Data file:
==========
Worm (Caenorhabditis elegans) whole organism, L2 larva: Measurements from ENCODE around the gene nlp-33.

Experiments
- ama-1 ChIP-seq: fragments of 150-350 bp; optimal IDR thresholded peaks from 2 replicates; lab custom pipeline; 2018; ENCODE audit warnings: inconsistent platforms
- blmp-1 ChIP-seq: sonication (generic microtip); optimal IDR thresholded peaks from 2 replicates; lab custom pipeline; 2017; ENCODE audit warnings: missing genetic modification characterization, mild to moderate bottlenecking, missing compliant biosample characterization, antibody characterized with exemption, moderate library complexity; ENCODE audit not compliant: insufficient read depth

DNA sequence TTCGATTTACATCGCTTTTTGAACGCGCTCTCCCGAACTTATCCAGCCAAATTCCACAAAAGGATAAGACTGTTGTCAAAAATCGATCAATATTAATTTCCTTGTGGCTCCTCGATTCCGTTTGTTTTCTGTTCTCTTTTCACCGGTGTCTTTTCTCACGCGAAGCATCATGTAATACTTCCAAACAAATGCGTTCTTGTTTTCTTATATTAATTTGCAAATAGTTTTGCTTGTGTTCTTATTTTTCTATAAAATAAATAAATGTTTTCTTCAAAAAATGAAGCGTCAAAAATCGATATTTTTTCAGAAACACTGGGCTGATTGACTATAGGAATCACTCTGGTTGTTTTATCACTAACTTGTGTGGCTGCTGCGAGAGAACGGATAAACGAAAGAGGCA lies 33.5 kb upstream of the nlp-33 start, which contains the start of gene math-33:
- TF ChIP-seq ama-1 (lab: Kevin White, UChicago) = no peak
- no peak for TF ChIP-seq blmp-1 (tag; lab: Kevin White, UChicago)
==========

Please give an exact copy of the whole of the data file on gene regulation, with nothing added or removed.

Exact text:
Worm (Caenorhabditis elegans) whole organism, L2 larva: Measurements from ENCODE around the gene nlp-33.

Experiments
- ama-1 ChIP-seq: fragments of 150-350 bp; optimal IDR thresholded peaks from 2 replicates; lab custom pipeline; 2018; ENCODE audit warnings: inconsistent platforms
- blmp-1 ChIP-seq: sonication (generic microtip); optimal IDR thresholded peaks from 2 replicates; lab custom pipeline; 2017; ENCODE audit warnings: missing genetic modification characterization, mild to moderate bottlenecking, missing compliant biosample characterization, antibody characterized with exemption, moderate library complexity; ENCODE audit not compliant: insufficient read depth

DNA sequence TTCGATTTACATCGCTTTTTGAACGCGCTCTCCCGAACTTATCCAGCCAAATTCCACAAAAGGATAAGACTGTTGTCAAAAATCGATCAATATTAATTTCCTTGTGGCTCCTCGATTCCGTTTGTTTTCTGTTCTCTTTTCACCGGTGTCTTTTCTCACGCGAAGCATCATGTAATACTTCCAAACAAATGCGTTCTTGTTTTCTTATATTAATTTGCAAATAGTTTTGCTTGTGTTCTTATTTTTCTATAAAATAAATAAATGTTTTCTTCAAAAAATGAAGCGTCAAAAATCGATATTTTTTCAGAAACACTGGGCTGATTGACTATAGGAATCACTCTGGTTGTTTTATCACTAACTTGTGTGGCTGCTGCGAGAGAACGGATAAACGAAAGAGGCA lies 33.5 kb upstream of the nlp-33 start, which contains the start of gene math-33:
- TF ChIP-seq ama-1 (lab: Kevin White, UChicago) = no peak
- no peak for TF ChIP-seq blmp-1 (tag; lab: Kevin White, UChicago)